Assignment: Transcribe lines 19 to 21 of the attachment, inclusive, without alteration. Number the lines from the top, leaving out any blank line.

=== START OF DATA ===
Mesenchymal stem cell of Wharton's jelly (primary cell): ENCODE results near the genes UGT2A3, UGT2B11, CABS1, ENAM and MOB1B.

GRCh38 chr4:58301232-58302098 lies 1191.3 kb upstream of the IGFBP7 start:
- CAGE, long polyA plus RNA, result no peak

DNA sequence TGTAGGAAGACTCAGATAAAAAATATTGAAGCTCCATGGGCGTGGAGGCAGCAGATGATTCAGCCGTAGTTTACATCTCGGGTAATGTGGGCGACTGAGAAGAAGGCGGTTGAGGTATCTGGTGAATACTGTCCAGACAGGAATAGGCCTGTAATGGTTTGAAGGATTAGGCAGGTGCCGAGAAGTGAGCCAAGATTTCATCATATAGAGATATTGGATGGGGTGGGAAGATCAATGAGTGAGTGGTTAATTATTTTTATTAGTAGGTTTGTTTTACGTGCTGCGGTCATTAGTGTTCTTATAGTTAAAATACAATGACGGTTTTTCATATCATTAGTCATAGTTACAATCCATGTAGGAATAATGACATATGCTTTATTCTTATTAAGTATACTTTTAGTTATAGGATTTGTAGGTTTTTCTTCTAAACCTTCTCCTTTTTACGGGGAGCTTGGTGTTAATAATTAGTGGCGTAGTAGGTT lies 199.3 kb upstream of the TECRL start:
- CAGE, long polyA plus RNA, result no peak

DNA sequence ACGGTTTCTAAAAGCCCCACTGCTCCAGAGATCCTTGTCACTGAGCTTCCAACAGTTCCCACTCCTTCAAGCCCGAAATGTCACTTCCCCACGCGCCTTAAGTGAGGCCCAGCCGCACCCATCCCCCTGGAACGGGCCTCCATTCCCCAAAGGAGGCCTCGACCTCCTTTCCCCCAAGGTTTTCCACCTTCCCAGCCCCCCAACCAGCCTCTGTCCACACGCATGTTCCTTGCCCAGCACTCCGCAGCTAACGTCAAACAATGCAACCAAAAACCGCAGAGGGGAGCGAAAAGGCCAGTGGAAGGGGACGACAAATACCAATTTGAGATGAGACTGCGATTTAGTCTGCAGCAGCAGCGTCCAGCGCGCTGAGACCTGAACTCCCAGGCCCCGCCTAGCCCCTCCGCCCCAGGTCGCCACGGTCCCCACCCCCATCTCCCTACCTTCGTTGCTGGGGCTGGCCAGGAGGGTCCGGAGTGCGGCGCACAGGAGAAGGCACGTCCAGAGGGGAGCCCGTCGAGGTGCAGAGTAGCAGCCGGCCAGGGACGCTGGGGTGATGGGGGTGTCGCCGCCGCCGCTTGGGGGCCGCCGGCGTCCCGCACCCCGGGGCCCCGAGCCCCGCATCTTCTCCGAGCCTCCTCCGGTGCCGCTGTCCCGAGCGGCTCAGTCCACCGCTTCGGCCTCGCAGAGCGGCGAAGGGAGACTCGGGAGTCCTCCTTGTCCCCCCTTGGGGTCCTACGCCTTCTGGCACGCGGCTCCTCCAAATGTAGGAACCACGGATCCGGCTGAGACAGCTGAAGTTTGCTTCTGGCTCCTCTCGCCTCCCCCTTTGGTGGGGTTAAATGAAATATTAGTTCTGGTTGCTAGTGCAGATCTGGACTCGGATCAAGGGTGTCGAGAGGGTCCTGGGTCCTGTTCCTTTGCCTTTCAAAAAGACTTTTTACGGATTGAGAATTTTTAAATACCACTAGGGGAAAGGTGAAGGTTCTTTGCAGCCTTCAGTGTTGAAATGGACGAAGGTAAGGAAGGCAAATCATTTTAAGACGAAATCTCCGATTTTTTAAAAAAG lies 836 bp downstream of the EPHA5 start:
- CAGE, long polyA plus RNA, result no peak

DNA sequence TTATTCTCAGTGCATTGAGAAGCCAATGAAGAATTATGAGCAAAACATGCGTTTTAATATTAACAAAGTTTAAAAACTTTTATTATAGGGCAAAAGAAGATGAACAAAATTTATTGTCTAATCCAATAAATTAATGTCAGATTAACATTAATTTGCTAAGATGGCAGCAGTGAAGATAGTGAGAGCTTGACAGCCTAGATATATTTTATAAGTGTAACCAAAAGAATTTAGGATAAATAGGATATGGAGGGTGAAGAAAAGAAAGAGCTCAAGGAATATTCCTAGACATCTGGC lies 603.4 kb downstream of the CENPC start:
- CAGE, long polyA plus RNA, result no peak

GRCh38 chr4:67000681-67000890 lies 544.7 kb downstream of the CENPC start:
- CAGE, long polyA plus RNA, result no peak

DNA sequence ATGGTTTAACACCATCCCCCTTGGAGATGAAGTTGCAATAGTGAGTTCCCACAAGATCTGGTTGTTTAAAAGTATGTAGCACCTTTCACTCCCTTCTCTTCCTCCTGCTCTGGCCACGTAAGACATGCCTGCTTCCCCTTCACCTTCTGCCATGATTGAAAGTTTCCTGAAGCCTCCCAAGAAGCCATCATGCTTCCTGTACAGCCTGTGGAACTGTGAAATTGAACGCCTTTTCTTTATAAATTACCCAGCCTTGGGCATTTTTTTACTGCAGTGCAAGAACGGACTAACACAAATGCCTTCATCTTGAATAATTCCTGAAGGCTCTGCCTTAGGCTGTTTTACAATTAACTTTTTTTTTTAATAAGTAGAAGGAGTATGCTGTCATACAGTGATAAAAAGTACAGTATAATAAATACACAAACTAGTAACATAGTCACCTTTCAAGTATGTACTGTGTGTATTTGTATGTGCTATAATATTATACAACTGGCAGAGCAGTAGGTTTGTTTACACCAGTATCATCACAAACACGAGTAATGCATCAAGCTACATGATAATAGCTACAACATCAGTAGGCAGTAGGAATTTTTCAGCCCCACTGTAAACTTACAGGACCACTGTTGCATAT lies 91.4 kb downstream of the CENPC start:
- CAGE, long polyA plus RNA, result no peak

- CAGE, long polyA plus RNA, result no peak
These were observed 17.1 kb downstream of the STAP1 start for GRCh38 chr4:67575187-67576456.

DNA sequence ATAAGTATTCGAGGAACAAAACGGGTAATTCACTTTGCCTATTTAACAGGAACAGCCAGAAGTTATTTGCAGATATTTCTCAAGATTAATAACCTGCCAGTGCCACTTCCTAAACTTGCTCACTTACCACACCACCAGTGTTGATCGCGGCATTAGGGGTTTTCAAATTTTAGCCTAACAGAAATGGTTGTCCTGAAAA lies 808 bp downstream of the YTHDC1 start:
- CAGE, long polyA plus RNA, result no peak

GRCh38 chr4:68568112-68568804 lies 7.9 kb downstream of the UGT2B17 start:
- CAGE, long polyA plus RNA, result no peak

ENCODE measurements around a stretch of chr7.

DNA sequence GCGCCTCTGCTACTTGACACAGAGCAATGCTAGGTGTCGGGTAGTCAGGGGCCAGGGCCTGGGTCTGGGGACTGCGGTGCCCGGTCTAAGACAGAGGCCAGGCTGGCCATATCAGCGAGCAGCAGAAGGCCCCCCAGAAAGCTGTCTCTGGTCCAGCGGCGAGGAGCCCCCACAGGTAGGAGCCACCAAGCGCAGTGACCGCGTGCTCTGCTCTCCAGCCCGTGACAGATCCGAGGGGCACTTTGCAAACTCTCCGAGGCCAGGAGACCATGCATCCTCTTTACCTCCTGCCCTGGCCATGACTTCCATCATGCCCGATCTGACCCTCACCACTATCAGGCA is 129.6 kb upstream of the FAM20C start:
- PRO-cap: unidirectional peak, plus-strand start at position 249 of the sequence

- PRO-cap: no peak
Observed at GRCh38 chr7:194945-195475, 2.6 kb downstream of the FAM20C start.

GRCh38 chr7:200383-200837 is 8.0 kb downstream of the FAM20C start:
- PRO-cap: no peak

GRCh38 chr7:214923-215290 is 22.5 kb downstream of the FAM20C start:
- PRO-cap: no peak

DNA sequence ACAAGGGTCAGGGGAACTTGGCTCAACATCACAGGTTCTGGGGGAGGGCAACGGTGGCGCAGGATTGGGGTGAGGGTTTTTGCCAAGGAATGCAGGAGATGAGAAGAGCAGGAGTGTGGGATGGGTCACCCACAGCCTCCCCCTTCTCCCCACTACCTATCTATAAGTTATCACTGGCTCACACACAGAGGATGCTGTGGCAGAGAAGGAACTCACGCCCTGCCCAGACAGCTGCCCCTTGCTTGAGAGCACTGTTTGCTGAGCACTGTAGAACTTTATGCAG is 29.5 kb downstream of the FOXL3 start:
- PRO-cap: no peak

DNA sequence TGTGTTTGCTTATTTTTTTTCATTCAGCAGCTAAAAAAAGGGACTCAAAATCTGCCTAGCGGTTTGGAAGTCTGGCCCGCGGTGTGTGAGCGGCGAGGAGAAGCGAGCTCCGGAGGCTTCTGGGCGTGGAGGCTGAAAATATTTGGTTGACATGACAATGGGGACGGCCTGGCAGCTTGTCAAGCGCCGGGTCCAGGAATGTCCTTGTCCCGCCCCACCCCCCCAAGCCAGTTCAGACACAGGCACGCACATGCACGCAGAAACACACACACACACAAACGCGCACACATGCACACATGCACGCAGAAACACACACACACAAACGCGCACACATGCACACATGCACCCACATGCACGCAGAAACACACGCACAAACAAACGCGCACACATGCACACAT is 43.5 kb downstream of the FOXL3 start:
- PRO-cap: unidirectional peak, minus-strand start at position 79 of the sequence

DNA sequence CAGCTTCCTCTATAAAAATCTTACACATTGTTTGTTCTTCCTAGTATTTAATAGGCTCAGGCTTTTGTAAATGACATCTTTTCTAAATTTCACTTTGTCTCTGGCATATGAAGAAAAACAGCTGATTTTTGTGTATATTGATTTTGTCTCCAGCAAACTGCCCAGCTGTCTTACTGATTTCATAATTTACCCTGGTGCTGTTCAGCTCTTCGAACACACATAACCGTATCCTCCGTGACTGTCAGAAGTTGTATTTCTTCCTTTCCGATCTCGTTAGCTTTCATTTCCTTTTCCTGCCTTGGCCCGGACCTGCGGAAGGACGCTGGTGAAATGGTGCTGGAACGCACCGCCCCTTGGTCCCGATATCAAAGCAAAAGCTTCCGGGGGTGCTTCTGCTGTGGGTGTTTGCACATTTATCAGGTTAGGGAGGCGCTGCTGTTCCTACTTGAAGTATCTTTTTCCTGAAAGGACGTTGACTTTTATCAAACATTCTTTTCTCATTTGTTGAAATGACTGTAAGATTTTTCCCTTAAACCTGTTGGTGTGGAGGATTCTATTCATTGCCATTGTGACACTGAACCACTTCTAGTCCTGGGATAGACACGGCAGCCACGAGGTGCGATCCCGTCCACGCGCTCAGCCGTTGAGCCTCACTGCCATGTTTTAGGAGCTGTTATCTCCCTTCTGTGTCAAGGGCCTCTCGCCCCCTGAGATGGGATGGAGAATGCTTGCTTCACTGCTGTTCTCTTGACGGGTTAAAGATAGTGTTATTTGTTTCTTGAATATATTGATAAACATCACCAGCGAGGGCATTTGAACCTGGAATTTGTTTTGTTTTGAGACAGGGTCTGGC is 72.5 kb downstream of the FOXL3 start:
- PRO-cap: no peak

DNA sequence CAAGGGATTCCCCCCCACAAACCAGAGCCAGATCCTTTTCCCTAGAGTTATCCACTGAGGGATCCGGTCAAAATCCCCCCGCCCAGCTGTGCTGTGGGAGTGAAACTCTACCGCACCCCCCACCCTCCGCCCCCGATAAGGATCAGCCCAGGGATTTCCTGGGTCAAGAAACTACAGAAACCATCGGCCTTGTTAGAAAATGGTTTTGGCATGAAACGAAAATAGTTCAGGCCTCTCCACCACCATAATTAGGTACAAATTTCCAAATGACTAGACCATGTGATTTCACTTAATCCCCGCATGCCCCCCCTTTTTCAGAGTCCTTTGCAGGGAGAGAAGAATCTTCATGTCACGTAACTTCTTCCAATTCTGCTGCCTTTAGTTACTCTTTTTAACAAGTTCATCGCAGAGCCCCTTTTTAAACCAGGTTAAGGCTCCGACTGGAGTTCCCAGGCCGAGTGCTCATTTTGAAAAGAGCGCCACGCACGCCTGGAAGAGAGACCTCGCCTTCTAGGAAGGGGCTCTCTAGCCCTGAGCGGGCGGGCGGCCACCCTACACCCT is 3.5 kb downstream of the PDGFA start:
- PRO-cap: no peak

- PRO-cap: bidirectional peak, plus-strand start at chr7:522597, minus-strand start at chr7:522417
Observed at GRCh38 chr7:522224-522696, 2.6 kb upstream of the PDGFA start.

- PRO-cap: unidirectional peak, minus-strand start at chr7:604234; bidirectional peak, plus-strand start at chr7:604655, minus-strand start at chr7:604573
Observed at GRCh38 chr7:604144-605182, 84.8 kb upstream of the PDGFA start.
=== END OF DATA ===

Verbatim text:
- CAGE, long polyA plus RNA, result no peak

ENCODE measurements around a stretch of chr7.

DNA sequence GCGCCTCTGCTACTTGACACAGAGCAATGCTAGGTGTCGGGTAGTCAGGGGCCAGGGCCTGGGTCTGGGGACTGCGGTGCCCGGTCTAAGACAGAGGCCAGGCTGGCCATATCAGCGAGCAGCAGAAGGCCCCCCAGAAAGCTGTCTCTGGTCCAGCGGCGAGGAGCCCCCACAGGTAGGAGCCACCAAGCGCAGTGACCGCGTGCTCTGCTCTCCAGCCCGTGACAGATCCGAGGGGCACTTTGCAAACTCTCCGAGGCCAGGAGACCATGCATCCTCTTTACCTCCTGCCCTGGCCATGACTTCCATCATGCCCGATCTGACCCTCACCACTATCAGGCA is 129.6 kb upstream of the FAM20C start: